Growth Hacking 101
To combat this lack of money and experience, growth hackers approach marketing with a focus on innovation, scalability, and user connectivity. Growth hacking does not, however, separate product design and product effectiveness from marketing. Growth hackers build the product's potential growth, including user acquisition, onboarding, monetization, retention, and virality, into the product itself. Fast Company used Twitter's "Suggested Users List" as an example: "This was Twitter's real secret: It built marketing into the product rather than building infrastructure to do a lot of marketing."However, growth hacking isn't always free. TechCrunch shared several nearly free growth hacks explaining that growth hacking is effective marketing and not mythical marketing pixie dust. As new tools(SaaS) come out specifically that focus on more advanced forms of Growth Hacking, more and more tools are being offered as free.
The heart of growth hacking is the relentless focus on growth as the only metric that truly matters. Mark Zuckerberg had this mindset while growing Facebook. While the exact methods vary from company to company and from one industry to the next, the common denominator is always growth. Companies that have successfully "growth hacked" usually have a viral loop naturally built into their onboarding process. New customers typically hear about the product or service through their network and by using the product or service, share it with their connections in turn. This loop of awareness, use, and sharing can result in exponential growth for the company.
Growth hacking frames the user acquisition process through the "Pirate Funnel" metaphor (in short, new users flow through a 6-stage funnel - awareness, acquisition, activation, retention, revenue, referral), which got its name from the abbreviation of the first six letters spelling AAARRR. Rapidly optimizing this process is a core goal of growth hacking, since making each stage of the funnel more efficient will increase the number of users in the most advantageous stages of the funnel.
Twitter, Facebook, Dropbox, Pinterest, YouTube, Groupon, Udemy, Instagram and Google are all companies that used and still use growth hacking techniques to build brands and improve profits.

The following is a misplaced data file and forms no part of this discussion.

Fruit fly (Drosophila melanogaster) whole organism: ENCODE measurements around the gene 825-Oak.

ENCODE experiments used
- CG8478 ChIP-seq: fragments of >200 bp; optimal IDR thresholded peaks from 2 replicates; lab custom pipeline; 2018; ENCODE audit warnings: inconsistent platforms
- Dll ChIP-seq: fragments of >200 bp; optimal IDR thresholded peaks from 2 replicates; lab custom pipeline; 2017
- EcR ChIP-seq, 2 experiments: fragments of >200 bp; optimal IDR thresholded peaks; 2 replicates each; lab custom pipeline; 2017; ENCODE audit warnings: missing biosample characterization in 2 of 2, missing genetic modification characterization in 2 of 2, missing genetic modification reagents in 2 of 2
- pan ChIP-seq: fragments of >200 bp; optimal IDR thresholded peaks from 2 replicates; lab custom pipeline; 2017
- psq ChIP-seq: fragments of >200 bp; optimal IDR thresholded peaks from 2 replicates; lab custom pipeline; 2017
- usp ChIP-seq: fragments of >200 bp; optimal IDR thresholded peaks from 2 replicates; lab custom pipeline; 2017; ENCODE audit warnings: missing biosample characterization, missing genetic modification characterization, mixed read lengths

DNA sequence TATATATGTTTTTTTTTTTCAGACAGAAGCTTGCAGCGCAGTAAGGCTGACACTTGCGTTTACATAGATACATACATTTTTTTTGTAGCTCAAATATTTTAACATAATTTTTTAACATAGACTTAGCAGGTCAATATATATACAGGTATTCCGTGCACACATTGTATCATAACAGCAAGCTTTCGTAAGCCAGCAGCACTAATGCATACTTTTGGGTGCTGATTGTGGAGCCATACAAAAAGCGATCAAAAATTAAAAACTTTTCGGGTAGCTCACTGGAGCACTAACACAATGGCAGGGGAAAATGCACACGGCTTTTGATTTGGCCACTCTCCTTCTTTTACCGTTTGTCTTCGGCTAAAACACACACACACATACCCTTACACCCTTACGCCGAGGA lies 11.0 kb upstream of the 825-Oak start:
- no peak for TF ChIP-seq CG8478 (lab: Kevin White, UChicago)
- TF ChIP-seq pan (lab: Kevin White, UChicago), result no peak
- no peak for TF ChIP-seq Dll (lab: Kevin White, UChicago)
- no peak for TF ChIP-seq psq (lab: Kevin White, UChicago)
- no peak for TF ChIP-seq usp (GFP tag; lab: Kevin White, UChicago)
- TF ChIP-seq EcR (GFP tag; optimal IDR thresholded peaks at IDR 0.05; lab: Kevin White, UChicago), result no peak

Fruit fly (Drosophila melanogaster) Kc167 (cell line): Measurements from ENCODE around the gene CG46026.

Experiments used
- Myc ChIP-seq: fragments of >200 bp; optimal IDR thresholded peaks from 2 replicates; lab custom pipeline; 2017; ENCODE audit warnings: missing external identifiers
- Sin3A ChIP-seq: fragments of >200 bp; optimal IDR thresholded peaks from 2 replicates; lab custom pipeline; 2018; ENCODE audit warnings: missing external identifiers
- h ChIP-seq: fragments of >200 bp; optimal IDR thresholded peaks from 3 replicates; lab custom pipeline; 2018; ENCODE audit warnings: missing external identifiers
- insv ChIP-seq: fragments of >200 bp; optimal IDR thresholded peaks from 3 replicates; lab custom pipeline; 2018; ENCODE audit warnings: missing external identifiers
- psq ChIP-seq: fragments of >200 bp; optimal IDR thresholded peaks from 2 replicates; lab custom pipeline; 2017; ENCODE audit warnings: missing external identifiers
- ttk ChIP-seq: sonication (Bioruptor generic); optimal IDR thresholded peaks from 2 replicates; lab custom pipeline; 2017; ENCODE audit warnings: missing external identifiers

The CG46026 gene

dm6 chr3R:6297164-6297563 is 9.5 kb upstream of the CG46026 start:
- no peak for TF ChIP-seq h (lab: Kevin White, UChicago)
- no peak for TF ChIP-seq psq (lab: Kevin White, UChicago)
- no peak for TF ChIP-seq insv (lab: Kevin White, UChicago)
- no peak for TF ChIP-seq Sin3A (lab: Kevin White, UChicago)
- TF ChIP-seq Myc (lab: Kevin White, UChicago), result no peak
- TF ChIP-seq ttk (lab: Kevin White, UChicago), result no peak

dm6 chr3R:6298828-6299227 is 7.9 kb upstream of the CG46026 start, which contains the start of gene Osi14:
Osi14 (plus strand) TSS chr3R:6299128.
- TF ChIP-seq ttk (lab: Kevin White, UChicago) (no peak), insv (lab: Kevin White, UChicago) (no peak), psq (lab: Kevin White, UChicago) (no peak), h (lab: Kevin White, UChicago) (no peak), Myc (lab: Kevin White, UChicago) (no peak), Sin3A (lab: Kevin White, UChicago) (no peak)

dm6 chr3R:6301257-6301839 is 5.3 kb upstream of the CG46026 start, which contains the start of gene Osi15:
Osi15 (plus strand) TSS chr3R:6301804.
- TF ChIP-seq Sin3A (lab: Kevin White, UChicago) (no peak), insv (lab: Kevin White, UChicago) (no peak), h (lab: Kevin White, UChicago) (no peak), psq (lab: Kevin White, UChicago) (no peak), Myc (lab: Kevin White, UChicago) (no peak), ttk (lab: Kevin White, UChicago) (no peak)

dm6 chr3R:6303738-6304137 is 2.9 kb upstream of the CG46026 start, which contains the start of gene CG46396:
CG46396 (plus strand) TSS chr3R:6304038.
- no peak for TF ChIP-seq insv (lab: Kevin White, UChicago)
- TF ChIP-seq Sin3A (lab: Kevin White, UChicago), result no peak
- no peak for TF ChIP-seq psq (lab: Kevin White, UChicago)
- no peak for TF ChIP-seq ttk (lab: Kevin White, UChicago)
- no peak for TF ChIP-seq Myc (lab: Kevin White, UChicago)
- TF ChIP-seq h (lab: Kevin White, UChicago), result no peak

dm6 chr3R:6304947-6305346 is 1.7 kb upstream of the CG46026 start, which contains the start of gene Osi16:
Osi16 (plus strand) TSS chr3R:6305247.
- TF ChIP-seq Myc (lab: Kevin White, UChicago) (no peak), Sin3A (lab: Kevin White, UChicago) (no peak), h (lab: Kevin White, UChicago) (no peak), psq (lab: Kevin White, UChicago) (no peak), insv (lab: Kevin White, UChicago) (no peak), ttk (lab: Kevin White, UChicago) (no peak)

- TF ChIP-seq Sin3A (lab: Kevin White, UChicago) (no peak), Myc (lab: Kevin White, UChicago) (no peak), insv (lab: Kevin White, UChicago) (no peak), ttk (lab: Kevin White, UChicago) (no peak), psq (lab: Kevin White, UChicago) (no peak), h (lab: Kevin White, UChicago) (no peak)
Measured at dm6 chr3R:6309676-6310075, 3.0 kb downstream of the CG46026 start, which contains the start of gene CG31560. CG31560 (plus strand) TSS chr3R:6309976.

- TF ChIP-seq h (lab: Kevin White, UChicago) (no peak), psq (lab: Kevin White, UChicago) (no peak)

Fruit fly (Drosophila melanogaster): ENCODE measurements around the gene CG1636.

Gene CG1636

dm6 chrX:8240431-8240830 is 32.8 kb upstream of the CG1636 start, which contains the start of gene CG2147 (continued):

Examples of "Growth Hacks.
The examples below are called growth hacks and are the most well-known acts of growth hacking. Often people see growth hacking as merely repeating these growth hacks, but one should know that the 'hacks' are only the result of a repeatable growth hacking process, which all growth hackers use a way of working. Below are some of the most famous growth hacking examples:
An early example of "growth hacking" was Hotmail's inclusion of "PS I Love You" with a link for others to get the free online mail service. Another example was the offer of more storage by Dropbox to users who referred their friends
Online worldwide independent lodging company, Airbnb, is an example of growth hacking by coupling technology and ingenuity. Airbnb realized they could essentially hack the Craiglist.org scale and tap both into their user base as well as their website by adding automated listing generators from Airbnb with the feature called "Post to Craigslist". The company's growth was a combination of clever thinking and technical know-how.
The University of Alberta increased email subscribers by 500% using a popup survey by Qualaroo that asked anyone who spent more than 10 seconds on the site: “You seem interested in UAlberta news. Would you like to sign up for the Daily News email?”.